one pylon on the first turn. Racing is against the clock, with each models
clock being started when the starters flag drops for that model. The clock
is stopped when the model crosses the start line again after completing
At the beginning of a heat, each model in turn is held up for identification
by one of the flagmen at the number one pylon. During the race, the flagman
will drop his flag when the model he is watching passes the number one
pylon. The pilots assistant (or caller) will shout out the instruction
to turn and the model will turn and head back towards the number two pylon.
Pilots usually fly around the number two and three pylons without much
from their callers. However, some advice on the best line into the turn
is useful, especially for beginners in the event The start is made with
the models stationary on the ground. Each model is held by the pilots
caller. The starter drops his flag for each model in turn. The caller
releases (or pushes) the model and the race is on. If a model cuts inside
one of the pylons, a cut is called and the recorded time for that model
is increased by 10%. This is to simulate the flying of a penalty lap to
make up for the short one. If a model cuts twice, no time is recorded
for that heat
After the heats are complete, each pilot will have flown around six heats.
Sometimes it's more, sometimes less. It all depends on the weather, the
number of entrants and the slickness of the organisation. If six heats
have been run, each pilots two worst times are dropped and the remainder
added up to see who the fastest are. Usually, the four fastest go on to
a final. Finals are run with a simultaneous start and the first home (if
without cuts) is the winner of the event. Sport 40 is organised into two
groups of pilots, group B for beginners in the event and group A for the
more experienced. Finals are usually held for both groups. Promotion
from group B to group A is made when a certain qualifying standard is
achieved. Currently this is done at the end of the season in which the
pilot first achieves a four heat combined time at one meeting of 450 seconds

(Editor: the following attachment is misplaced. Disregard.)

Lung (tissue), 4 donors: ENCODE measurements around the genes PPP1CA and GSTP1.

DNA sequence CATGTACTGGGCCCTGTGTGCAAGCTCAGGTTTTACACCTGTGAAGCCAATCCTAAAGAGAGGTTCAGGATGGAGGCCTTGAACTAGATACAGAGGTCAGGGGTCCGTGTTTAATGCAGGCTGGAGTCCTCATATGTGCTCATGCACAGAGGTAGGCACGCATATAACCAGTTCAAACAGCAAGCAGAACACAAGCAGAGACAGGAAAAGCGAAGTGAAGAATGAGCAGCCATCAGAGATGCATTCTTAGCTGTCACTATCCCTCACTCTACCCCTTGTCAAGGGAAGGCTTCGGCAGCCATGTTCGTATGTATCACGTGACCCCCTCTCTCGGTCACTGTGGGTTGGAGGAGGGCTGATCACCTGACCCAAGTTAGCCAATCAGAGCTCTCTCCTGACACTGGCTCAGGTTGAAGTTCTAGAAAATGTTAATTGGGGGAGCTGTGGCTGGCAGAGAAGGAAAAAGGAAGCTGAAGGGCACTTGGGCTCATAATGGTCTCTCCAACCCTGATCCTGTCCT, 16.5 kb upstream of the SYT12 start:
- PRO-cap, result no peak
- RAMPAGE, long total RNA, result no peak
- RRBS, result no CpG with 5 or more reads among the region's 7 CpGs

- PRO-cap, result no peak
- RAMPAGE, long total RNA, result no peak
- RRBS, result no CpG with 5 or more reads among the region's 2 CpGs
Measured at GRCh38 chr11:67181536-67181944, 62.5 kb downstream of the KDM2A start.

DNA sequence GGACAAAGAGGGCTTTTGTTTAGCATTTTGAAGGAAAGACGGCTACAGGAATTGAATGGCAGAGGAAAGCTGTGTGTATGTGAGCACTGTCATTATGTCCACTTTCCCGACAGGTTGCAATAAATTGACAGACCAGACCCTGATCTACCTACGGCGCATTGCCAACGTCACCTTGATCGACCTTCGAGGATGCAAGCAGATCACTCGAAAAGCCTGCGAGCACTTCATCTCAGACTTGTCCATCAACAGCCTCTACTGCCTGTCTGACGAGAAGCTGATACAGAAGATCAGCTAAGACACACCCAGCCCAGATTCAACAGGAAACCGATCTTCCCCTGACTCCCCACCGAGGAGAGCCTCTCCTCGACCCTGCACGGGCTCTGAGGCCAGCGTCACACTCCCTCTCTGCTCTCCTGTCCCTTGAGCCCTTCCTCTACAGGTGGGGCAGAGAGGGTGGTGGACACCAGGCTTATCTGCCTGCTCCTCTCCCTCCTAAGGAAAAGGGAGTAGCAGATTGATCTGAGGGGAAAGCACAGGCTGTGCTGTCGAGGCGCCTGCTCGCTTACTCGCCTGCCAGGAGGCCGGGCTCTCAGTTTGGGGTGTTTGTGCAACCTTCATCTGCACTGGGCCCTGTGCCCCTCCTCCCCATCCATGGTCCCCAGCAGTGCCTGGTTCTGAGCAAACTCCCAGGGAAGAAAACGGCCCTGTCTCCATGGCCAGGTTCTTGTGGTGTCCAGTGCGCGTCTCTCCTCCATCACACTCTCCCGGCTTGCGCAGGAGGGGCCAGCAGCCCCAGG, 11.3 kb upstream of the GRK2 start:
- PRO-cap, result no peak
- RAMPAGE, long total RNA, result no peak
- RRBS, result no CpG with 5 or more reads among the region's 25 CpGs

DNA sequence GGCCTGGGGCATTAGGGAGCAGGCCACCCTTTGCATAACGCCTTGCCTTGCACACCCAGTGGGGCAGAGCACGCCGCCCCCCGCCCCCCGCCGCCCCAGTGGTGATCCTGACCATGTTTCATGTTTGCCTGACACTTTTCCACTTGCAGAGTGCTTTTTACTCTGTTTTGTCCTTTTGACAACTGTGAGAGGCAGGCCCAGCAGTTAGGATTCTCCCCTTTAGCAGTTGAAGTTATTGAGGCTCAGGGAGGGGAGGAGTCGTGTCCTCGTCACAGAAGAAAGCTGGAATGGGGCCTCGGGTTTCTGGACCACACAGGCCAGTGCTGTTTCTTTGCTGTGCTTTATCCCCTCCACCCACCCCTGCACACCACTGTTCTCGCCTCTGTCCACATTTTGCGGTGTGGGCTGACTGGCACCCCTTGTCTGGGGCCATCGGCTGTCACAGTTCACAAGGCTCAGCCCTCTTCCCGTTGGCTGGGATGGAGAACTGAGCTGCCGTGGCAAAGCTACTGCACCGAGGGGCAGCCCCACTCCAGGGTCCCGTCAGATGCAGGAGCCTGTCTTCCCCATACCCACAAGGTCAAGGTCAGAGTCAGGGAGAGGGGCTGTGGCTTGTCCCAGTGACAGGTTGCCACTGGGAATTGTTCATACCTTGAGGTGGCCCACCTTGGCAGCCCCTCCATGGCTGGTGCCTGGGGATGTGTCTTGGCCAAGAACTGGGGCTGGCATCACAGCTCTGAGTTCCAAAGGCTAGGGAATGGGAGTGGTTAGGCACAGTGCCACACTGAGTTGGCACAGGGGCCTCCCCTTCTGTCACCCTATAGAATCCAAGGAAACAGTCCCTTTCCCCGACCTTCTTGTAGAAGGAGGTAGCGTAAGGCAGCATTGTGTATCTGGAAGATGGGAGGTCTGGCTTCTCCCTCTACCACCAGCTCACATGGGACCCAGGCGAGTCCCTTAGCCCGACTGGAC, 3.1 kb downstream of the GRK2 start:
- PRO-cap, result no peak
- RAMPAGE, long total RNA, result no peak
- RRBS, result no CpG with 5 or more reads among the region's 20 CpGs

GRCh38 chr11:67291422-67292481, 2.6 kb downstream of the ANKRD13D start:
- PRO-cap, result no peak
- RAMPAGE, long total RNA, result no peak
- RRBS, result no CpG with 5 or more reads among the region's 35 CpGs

or less. There is no provision for demotion from group A to B.
The sole purpose of running the heats is to decide who gets a place in
the final. It is more important to be consistent at this stage than to
be the fastest. Anyone who gets more than two no times is automatically
out of the running. If you set your engine too lean just to try and go
a little faster, you are unlikely to finish the heat and could blow your
chances of qualifying (as well as wrecking your engine).
The officials running the meeting are usually competing as well. Obviously
they can't officiate whilst flying so the various jobs are spread around
all the competitors. Typically, the entry is split into two halves. The
first half fly three or so heats each whilst the second half officiate
and then they switch round It will be a very rare meeting where you are
not called upon to do something around the course so it is useful to know
what needs to be done and how to do it
Although it may seem rather complicated just reading this account it all
falls into place at a meeting. Come along and see.
The Contest Director
The contest director is in charge of the event. Usually he will have organised
the venue and obtained the necessary permissions As director, he is responsible
for resolving any disputes that may arise or for any interpretation of
the rules that may be required.
The starter is responsible for everything that happens on and around the
start line. At the beginning of each heat, he will make sure the right
pilots are in the right place and that timekeepers are available. He will
conduct the process of identification whereby each flagman at the number
one pylon knows which model he is flagging for. He will ensure that each
model is on a different frequency, that transmitters and receivers are